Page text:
"For a while I had a special attraction to the Statue of Liberty," Steinberg says. Steinberg says he still believes in those ideals. So he sued Michigan, arguing the way it provides lawyers for the poor amounts to assembly line justice.
'Keep The Docket Moving'
Court-appointed lawyers in Michigan, Steinberg says, "have to encourage their clients to plead guilty and keep the docket moving in order to generate the volume that they can make a living. So the incentive is to get your client to plead guilty as quickly as possible doing the least amount of work as possible."
hide captionRepublican state Rep. Tom McMillin is serving on a commission working to improve Michigan's system of justice for the poor. It is to present recommendations to the governor this month.
Bill Pugliano/Getty Images
Republican state Rep. Tom McMillin is serving on a commission working to improve Michigan's system of justice for the poor. It is to present recommendations to the governor this month.
Bill Pugliano/Getty Images
Steinberg and the ACLU have an unlikely ally: state Rep. Tom McMillin. The son of a retired General Motors executive, he's a Republican and a former leader of the Christian Coalition in Michigan.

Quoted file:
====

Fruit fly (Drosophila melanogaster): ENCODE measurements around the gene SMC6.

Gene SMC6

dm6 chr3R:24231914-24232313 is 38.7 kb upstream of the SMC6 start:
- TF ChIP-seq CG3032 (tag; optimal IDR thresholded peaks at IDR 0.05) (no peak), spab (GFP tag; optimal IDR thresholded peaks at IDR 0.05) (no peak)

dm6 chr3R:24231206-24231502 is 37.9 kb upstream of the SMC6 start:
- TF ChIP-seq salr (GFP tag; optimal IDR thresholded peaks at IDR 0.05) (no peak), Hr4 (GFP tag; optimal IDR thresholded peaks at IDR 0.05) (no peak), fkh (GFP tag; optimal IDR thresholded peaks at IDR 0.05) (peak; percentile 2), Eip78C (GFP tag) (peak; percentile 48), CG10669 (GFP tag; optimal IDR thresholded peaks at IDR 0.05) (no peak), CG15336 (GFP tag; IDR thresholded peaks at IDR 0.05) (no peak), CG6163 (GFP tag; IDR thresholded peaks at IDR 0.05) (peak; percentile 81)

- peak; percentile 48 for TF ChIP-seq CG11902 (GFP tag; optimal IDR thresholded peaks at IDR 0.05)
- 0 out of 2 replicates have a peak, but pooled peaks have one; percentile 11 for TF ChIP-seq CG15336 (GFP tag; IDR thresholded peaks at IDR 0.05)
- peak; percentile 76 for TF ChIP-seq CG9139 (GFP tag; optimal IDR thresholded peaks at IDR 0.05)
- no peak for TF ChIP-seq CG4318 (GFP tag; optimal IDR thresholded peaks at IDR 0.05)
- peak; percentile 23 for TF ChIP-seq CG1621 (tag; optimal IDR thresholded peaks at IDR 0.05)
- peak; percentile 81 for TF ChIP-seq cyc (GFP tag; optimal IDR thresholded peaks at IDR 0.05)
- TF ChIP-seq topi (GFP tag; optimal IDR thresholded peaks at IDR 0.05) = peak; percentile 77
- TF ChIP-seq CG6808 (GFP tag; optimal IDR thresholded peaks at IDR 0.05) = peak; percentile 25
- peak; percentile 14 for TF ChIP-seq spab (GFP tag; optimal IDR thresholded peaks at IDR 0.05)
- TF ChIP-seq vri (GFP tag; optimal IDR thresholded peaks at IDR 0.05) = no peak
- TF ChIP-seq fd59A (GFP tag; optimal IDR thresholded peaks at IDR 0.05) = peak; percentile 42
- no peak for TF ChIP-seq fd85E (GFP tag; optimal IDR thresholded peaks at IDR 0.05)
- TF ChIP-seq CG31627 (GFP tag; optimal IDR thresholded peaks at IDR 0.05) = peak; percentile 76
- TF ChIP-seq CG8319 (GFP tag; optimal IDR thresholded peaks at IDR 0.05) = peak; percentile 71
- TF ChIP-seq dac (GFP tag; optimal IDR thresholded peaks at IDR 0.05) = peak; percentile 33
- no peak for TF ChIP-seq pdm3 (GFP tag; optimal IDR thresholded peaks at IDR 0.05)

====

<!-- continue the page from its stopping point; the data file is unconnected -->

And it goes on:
"Conservatives are really talking about, what is the proper role of government? Has it expanded too much?" McMillin says. "And I think many of us feel this is one of the proper roles — providing as much equal justice as possible."
That issue captured the attention of Michigan's Republican Governor, Rick Snyder, too. Last year, the governor named McMillin to a commission to study how to improve the patchwork system of justice for the poor. The group is planning to present its recommendations to the governor this month.
Jeff Sauter is eager to read them. Sauter testified before the commission last winter, on behalf of a group of prosecutors in Michigan. After 21 years as the elected prosecutor in Eaton County, near Lansing, Sauter has seen a lot.
"I've seen instances actually, both appointed and retained attorneys, where the defendant I don't think is getting good representation," he says.
Prosecutors Say Pay Inadequate
Sauter says he and other prosecutors in Michigan acknowledge defense lawyers for poor people often don't make enough money to earn a living, posing problems for the system of justice. But he says advocates who want to scrap the entire system and replace it with a new bureaucracy are off the mark.
"I do look at the amount of money that the attorneys on the other side are getting paid to handle those cases and I think it should be improved," Sauter says.
A complete overhaul is something the governor's commission may be shying away from, in favor of a middle ground that appears to include more study of the problem, and more money to flow to the counties.
Back at Hart Plaza, as couples stroll hand in hand along Detroit's waterfront, Edward Carter is feeling reflective. Both of his parents and a girlfriend died when he was locked up.
"And understanding all of that, that span of time, I said to myself, I said, 'Well, they've taken a lot from me,'" Carter says. "I wasn't able to have children. They may have took a lot of things from me, you know, when I was 19 years old when I went in, but I still got a good life ahead of me."
These days, Carter's got a job, cleaning at Zingerman's bakery in Ann Arbor. He showed me the discount card to prove it.